VPNs were traditionally used as a business tool by remote workers logging onto a company's network securely.
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Now, everyday users concerned about their privacy are adopting the services.
"The main change has been Edward Snowden. People realize this matters and there are reasons to encrypt your traffic," Mikko Hypponen, chief research officer at F-Secure, the company behind the Freedome platform, told CNBC by phone.
Former National Security Agency contractor Snowden leaked a number of confidential documents which revealed details of the U.S. and U.K.'s surveillance activities, including online.
Freedome is one of several companies looking to cash in on users' thirst for privacy. A number of smartphone makers unveiled privacy-centric devices at Mobile World Congress in Barcelona earlier this month.
Finnish company F-Secure says its platform can make someone appear invisible online by routing all communication coming from a device through one of its servers in data centers around the world.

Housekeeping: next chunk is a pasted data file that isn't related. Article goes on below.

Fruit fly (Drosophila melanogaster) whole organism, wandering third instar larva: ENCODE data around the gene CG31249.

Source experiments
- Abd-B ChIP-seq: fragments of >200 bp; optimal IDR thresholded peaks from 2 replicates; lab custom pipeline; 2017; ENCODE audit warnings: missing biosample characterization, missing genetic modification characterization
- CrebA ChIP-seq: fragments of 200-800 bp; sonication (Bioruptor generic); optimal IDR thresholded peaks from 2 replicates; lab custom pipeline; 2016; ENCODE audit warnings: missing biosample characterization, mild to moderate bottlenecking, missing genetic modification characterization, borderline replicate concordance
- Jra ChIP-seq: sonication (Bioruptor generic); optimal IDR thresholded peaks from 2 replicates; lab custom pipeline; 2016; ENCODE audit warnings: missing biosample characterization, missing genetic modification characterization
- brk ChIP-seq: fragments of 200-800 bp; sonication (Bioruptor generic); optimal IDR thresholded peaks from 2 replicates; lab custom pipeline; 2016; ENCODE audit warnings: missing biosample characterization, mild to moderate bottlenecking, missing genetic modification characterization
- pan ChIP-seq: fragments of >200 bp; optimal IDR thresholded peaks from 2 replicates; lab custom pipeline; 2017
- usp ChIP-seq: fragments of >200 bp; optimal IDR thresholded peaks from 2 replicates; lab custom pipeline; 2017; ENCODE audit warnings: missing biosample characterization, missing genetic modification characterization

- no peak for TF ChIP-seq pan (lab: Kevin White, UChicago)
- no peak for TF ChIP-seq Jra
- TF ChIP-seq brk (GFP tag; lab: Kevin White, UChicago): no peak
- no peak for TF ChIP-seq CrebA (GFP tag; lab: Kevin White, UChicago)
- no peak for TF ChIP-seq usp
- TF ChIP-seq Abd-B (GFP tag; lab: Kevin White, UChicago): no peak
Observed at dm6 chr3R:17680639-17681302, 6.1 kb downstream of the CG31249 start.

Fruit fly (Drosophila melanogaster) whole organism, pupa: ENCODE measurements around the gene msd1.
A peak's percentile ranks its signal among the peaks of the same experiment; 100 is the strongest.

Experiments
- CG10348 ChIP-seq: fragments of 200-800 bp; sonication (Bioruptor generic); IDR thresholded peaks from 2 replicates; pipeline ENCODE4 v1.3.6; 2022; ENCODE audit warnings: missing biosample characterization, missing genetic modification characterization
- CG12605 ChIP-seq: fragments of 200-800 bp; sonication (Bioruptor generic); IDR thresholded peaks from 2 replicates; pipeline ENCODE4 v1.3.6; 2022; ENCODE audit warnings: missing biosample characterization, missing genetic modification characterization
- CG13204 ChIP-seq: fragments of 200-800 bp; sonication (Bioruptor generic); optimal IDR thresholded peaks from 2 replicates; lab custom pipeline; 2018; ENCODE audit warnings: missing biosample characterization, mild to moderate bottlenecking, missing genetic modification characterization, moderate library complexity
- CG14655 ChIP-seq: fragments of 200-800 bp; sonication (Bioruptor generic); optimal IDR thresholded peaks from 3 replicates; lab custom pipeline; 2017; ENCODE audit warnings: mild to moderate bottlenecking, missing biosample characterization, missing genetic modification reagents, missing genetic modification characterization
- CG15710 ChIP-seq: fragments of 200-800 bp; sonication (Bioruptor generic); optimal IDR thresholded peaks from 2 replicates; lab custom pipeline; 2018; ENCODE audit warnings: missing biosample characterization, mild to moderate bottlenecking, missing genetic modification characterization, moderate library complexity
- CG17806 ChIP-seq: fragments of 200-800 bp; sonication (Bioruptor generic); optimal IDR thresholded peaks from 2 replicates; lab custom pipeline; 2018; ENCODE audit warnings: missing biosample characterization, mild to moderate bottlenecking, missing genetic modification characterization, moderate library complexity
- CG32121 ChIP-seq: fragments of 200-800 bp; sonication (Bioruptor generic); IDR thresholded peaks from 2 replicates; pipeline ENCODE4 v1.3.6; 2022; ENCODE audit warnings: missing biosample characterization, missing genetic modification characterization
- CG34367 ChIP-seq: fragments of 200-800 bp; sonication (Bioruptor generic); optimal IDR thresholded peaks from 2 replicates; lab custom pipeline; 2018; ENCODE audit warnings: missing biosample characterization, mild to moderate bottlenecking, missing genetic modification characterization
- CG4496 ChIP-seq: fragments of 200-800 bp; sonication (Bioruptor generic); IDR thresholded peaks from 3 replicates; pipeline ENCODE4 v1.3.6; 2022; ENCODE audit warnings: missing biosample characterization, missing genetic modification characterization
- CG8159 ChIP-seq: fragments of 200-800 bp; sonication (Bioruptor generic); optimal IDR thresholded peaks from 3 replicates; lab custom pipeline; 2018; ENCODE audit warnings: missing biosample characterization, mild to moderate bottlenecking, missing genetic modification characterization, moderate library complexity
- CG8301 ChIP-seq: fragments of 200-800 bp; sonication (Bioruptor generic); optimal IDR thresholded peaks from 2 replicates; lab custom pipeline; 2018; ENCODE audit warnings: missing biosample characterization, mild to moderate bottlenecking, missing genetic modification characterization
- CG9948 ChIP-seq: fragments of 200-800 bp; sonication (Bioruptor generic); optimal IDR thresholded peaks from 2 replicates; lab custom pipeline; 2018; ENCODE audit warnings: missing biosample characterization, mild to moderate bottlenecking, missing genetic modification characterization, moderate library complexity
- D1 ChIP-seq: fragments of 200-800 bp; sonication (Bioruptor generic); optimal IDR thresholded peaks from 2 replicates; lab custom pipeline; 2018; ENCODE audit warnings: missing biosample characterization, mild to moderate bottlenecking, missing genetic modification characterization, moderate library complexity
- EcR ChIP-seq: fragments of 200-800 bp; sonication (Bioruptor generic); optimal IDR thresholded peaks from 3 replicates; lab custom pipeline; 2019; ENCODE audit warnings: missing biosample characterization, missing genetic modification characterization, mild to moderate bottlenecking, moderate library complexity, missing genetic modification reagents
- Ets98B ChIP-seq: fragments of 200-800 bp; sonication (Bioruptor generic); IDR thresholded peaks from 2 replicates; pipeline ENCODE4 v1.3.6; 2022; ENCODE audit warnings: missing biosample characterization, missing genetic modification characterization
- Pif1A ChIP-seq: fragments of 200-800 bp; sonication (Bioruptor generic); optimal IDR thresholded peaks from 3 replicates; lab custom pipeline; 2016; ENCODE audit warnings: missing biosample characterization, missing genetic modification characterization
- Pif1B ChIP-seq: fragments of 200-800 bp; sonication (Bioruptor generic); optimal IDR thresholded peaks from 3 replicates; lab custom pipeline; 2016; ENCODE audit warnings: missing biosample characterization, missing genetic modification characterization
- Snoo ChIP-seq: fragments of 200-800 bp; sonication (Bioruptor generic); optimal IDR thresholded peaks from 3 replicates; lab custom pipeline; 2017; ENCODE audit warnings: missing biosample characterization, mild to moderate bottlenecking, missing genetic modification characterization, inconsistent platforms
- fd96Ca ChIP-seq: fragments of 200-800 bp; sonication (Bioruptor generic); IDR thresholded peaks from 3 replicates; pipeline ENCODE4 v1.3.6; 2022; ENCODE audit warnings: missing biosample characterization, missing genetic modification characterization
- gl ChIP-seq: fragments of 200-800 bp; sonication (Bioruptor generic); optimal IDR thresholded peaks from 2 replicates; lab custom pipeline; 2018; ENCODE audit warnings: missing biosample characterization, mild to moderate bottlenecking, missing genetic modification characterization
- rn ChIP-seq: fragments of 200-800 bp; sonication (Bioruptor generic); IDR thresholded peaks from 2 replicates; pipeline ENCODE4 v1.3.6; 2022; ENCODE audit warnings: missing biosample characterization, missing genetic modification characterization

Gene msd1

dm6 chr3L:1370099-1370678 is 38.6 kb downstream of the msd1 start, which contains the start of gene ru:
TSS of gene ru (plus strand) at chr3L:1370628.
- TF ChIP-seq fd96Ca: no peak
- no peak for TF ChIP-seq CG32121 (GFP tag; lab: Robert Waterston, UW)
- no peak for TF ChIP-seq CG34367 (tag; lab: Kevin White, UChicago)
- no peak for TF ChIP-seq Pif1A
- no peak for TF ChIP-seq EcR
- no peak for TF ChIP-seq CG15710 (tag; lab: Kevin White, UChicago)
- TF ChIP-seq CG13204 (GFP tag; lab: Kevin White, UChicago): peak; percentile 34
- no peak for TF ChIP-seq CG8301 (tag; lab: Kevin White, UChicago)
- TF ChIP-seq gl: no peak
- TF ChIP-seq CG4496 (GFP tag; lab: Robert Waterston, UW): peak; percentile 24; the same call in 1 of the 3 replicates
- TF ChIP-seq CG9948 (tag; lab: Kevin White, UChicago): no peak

A user can choose where they want to appear to be. So if someone is in China, they can make it seem like they are in the U.S.
In theory, this allows someone to circumvent the location-based restrictions on apps such as Netflix. So a U.K. viewer could watch a show that is only available in the U.S.
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While Hypponen said that no content provider has complained about the service, the use of a VPN does raise some question about what users can do online.
"It is a double edged sword," Hypponen said, when asked whether users could do illicit activities, such as buy drugs online.
"That is problematic. If you go to an online drug stores and buy cocaine, there is nothing that we can do to stop it. We do have a blacklist of sites that we don't let users go to, but you can't block everything online," he added.